I saw 13 films at the 2012 San Francisco Silent Film Festival from July 12 to 16 at the Castro Theater. That's one more than I saw last year. According to my notes, the festival screened 18 programs last year but only 17 this year. Considering how much they slipped the schedule, that was a blessing in disguise. More on that later.
The 13 films I watched were:
Wings starring Buddy Rogers & Clara Bow; with Gary Cooper; directed by William A. Wellman; silent with intertitles; live accompaniment by Mont Alto Motion Picture Orchestra; (1927)
Little Toys starring Ruan Lingyu; directed by Sun Yu; silent with intertitles; live accompaniment by Donald Sosin; (1933)
The Loves of Pharaoh starring Emil Jannings; directed by Ernst Lubitsch; silent with intertitles; live accompaniment by Dennis James; (1922)
Mantrap starring Clara Bow; directed by Victor Fleming; silent with intertitles; live accompaniment by Stephen Horne; (1926)
The Wonderful Lie of Nina Petrovna starring Brigitte Helm & Francis Lederer; directed by Hanns Schwarz; silent with intertitles; live accompaniment by Mont Alto Motion Picture Orchestra; (1929)
The Spanish Dancer starring Pola Negri & Antonio Moreno; with Wallace Beery & Adolphe Menjou; directed by Herbert Brenon; silent with intertitles; live accompaniment by Donald Sosin with Jim Washburn and Greg Smith on guitar; (1923)
The Canadian starring Thomas Meighan & Mona Palma; directed by William Beaudine; silent with intertitles; live accompaniment by Stephen Horne; (1926)
Pandora's Box starring Louise Brooks; with Francis Lederer; directed by G.W. Pabst; silent with intertitles; live accompaniment by Matti Bye Ensemble; (1929)
The Overcoat starring Andrei Kostrichkin; directed by Grigori Kozintsev & Leonid Trauberg; silent with intertitles; live accompaniment by Alloy Orchestra; (1926)
The Docks of New York starring George Bancroft & Betty Compson; with Olga Baclanova; directed by Josef von Sternberg; silent with intertitles; live accompaniment by Donald Sosin; (1928)
Erotikon starring Anders de Wahl; directed by Mauritz Stiller; silent with Swedish intertitles; live reading by Frank Buxton; live accompaniment by Matti Bye Ensemble; (1920)
Stella Dallas starring Belle Bennett & Alice Joyce; with Ronald Colman & Douglas Fairbanks, Jr.; directed by Henry King; silent with intertitles; live accompaniment by Stephen Horne; (1925)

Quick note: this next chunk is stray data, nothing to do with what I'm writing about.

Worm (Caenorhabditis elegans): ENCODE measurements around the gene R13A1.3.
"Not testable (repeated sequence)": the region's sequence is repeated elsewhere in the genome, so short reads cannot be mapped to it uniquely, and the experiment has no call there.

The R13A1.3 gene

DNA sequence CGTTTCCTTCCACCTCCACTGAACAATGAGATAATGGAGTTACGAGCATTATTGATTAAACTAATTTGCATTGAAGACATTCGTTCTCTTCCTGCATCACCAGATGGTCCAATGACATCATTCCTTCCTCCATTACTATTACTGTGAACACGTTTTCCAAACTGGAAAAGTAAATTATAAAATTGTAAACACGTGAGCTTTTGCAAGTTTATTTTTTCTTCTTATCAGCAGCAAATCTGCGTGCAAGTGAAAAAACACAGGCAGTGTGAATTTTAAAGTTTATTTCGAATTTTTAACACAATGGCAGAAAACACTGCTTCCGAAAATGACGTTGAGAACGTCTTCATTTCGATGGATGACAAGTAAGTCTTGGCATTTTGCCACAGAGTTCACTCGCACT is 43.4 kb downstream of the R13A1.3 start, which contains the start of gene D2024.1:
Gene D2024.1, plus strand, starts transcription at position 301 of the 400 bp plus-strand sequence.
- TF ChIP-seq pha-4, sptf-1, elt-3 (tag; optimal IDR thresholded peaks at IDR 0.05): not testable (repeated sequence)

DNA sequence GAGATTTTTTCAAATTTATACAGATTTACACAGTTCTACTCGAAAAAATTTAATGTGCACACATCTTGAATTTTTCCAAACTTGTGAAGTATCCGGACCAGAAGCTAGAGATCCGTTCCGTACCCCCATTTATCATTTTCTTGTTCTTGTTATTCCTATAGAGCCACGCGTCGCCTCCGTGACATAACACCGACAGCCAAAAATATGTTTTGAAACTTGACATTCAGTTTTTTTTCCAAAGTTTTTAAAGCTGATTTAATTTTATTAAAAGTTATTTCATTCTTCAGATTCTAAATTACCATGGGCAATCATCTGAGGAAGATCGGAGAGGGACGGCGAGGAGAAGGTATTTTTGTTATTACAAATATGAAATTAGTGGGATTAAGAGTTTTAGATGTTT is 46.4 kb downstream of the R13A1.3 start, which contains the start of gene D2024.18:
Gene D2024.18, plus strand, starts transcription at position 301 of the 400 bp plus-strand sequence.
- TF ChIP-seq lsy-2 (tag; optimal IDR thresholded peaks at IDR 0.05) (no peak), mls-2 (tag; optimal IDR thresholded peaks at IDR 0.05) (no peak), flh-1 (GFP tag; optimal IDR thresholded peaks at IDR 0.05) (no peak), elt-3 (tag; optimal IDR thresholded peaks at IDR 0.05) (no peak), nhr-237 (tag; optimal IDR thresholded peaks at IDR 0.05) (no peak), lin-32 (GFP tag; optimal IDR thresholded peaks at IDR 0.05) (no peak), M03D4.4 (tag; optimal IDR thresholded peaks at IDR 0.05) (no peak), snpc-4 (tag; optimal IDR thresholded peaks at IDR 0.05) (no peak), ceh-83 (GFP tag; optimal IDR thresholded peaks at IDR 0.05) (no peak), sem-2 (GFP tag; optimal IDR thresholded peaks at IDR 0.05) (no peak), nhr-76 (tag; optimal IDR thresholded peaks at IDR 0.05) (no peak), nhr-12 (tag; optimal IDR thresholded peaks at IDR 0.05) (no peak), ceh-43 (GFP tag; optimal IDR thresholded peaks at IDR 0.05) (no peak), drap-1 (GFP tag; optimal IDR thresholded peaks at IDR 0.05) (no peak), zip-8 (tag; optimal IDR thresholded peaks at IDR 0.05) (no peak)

The Cameraman starring Buster Keaton & Marceline Day; directed by Edward Sedgwick & Keaton; silent with intertitles; live accompaniment by Mont Alto Motion Picture Orchestra; (1928)
Wings was preceded by a portion of a Clara Bow short called Red Hair which was in color and showed off Bow's red hair. Apparently, her hair was beyond titian; closer I Love Lucy. Red Hair was a 1928 feature film but is considered lost. The only known portion of the film to exist is the technicolor segment which was shown. The entire clip last two minutes at most.
Prior to Mantrap, they screened Twin Peaks Tunnel (1917). The film is a documentary of the excavation of the Twin Peaks Tunnel which opened to the public in 1918. I cannot recall who narrated the film.
For those unfamiliar with the public transit system in San Francisco, the Twin Peaks are two prominent hills in San Francisco. They form a natural barrier that divides the City. In 1918, the MTA (or its predecessor) opened a railway tunnel under Twin Peaks. The Forest Hill and West Portal Muni Metro Stations resulted from the Twin Peaks Tunnel. Forest Hill Station was originally called Laguna Honda Station as can be seen from carved lettering on the facade of the station.
There was also a Eureka Valley Station near the present day Castro Station. That station closed in the early 1970s as the Muni Metro Tunnel under Market St was constructed. The Muni Metro Tunnel merged with the Twin Peaks Tunnel so that the tunnel entrance is no longer visible from the street level. The main clues regarding the existence of the Twin Peaks Tunnel is that as you are going outbound from Castro Station, the tracks veer up and to the right. The Eureka Valley Station platform is also visible from the train when you are in the tunnel although I've never been able to see it. I don't take the Metro past Castro Station very often though. Also, near Market and Eureka streets, one can see the remnants of the stairs leading from the sidewalk to the Eureka Valley Station.